From the smoothness assumptions it is concluded that the exact solution may be written in the form of a Taylor series around a point inside the macropatch as

(9) 
with being appropriate coefficients and and so forth for and where , and are coordinates of a point inside the patch. With the knowledge of asymptotic convergence of the finite element solution it follows that it is just necessary to consider a complete polynomial of order as the asymptotic exact solution. For scalar problems, for instance

(10) 
Here , and are suitable normalized coordinates. For testing the estimates on linear elements in three dimensional elasticity problems, for example, we write the polynomial vector as

(11) 
where , and .
Now with the aid of the following trivial relation

(12) 
in which is a vector of exact values at nodal points of the mesh, one may use Equation (3) and write

(13) 
Wherever the mesh is repeated, the right hand side of (13) is a periodic function since is periodic. The proof is very easy and can be accomplished by writing the monomials of (10) or (11) locally in each element and substituting in expression of . It follows that the new function is not dependent on the position of the origin of the local coordinates and therefore if the element pattern is repeated the function will be repeated as well (see [16] for more explanations).
The repeatability property of the right hand side of Equation (13) plays a key role in reducing the size of the problem to be solved. The periodic nature of the right hand side of (13) leads to repeatability of the left hand side of the equation. Therefore one may write the equation on a smallest repeatable unit of the mesh, or on a larger repeatable portion consisting of the units, here known as

(14) 
in which . Equation (14) should of course be solved with a set of periodic boundary conditions. In the next subsection we shall see that depending on the patch location may be interpreted as a patch volume itself or volume of a column of patches normal to the boundary.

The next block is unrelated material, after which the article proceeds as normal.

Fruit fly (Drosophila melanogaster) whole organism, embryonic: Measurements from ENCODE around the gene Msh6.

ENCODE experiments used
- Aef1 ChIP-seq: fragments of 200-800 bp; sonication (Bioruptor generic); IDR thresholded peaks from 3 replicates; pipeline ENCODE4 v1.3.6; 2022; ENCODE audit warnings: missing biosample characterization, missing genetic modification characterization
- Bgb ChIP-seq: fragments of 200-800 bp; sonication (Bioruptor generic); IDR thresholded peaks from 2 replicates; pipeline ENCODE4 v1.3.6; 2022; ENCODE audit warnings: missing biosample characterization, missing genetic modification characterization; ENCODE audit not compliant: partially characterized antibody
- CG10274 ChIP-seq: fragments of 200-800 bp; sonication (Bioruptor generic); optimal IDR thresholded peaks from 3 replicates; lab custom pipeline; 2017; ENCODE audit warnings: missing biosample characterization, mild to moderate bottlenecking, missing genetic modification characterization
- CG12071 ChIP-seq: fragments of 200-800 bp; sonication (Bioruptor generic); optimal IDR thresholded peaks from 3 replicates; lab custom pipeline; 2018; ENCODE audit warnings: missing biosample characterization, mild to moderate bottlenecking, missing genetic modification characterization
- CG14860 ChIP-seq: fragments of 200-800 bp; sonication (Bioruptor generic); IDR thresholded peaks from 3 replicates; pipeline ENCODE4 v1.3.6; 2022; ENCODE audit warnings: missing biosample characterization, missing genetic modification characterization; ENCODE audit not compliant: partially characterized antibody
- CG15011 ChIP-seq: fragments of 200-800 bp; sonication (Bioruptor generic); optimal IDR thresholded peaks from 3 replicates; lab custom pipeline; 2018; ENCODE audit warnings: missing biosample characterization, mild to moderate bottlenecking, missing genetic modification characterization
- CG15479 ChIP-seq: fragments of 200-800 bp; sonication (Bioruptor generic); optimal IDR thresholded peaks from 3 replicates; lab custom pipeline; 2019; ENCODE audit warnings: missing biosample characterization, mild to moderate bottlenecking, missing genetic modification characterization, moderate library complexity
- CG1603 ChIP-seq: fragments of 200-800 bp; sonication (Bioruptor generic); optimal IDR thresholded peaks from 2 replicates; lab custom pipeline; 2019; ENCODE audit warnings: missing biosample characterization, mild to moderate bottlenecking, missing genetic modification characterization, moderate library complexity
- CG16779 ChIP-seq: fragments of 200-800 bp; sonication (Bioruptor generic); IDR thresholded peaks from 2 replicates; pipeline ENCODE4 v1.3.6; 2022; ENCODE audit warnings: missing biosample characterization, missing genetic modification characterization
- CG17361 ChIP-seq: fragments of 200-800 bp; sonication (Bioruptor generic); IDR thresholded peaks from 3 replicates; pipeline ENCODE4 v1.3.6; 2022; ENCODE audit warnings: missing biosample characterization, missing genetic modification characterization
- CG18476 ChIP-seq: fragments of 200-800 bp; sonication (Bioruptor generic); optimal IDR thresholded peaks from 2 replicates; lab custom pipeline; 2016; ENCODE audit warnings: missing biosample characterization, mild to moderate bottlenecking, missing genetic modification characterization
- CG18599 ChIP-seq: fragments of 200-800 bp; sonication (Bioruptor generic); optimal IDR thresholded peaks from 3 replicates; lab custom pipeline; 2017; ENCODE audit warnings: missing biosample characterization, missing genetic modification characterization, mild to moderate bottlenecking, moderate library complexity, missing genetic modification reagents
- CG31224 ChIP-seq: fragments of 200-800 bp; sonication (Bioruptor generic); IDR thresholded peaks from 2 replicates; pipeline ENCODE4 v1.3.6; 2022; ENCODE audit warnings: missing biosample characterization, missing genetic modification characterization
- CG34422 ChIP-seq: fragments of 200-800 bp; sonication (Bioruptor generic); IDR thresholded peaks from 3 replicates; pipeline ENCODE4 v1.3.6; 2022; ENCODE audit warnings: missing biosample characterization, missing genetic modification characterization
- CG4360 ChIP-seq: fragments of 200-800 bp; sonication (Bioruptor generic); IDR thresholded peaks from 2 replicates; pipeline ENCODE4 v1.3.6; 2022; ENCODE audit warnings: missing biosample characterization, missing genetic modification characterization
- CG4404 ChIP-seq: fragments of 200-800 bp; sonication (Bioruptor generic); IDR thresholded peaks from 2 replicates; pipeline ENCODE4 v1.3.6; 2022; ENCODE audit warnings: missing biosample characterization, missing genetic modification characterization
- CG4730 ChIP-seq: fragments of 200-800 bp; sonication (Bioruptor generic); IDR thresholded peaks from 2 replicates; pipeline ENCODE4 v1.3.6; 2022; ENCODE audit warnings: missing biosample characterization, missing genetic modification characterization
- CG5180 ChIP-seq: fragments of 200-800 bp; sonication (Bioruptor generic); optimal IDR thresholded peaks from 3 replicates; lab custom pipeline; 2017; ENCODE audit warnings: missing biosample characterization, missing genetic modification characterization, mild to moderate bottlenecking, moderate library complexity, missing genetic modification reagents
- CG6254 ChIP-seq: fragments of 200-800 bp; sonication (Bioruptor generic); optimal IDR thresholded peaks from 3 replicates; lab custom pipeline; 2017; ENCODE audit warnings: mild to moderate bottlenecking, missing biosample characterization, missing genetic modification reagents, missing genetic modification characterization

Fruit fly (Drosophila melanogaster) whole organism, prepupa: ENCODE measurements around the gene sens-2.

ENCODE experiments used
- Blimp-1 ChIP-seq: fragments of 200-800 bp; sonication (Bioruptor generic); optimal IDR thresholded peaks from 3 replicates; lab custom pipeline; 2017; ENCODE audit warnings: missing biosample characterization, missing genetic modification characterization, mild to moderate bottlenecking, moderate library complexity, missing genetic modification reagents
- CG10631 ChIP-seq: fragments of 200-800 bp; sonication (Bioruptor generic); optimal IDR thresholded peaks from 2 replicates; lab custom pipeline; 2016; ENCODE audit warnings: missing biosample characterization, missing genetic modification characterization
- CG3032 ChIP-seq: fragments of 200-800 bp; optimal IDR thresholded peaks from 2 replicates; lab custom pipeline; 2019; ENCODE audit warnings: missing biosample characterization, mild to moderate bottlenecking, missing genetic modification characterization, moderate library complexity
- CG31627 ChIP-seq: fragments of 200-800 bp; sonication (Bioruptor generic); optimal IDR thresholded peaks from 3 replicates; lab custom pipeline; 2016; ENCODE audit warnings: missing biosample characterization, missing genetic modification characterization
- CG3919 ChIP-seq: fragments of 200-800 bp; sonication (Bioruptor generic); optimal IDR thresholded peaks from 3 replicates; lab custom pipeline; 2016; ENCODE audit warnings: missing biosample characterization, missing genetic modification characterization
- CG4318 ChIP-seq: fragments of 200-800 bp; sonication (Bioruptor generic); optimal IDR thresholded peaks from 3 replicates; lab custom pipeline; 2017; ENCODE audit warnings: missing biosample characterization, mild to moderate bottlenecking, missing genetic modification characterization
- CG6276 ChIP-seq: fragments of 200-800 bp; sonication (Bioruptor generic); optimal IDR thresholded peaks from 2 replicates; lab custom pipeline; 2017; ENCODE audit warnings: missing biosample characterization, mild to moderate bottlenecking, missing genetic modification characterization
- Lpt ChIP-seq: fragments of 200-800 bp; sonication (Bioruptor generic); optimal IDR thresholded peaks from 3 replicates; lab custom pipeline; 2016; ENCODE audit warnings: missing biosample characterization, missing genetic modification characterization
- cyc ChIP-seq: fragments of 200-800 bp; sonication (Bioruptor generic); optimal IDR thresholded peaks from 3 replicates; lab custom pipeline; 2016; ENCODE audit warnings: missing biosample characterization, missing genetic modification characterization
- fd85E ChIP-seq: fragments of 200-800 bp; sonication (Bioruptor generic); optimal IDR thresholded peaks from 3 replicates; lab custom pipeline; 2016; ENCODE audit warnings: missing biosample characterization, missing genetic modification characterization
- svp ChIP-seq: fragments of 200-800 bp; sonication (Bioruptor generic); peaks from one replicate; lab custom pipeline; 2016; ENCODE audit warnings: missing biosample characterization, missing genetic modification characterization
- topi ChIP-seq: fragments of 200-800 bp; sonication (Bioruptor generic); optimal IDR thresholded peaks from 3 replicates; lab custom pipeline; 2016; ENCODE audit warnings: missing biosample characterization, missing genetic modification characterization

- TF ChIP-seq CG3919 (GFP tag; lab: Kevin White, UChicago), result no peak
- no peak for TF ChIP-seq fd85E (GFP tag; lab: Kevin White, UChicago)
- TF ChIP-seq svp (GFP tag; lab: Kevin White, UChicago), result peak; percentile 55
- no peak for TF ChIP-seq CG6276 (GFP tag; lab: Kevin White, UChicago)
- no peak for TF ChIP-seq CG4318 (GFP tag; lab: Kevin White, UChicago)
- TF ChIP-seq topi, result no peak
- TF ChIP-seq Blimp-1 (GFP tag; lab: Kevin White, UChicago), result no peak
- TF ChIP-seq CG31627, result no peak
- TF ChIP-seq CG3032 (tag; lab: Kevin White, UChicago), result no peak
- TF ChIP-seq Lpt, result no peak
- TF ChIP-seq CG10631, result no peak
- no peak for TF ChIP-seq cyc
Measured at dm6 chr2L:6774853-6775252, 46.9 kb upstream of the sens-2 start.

It can be seen that Equation (14) is insensitive to constant values for , i.e. rigid body motion of the solution. This implies that after finding , as will be described later, the asymptotic finite element solution is obtained as

(15) 
Where is a vector containing constant values and is evaluated from equivalence of mean values for the exact and finite element solutions [9, 10, 13, 16]

(16) 
Having found the asymptotic finite element solution from , the exact norm of errors and that of estimated ones are calculated. Since the exact solution is expressed in terms of monomials with unknown coefficients , as Equation (10) or (11), the norms of errors in squared form can be written as

(17) 
With analogy, the approximate error may also be written as

(18) 
This makes it easy to find the upper and lower bounds of the squared effectivity index

(19) 
by evaluation of eigenvalues of the following matrix

(20) 
Where the matrix is defined as

(21) 
In above equation and are normalized eigenvectors and diagonal matrix of eigenvalues of , respectively. Hence

(22) 
It should be noted that relations (12) to (16) are useful for reducing the size of the problem only when a sort of periodicity exists in the solution. This will be the case as long as the exact solution is expressed in terms of monomials of order and the mesh pattern is repeatable. When the patch is far enough from the main boundary conditions, i.e. located at interior of the domain, the periodicity may be assumed for all directions. This allows us to reduce the size of the problem to a domain as small as a patch. In the case that patch is located near a boundary, the repeatability of the mesh is lost in normal direction to the boundary and thus the solution loses its periodicity in that direction. This latter case needs additional treatment which we shall briefly explain in the forthcoming subsections. In the case that the patch is located at a corner of the main domain, the periodicity will be lost in all directions. We shall also refer to this case after revisiting the patch test near a single flat boundary.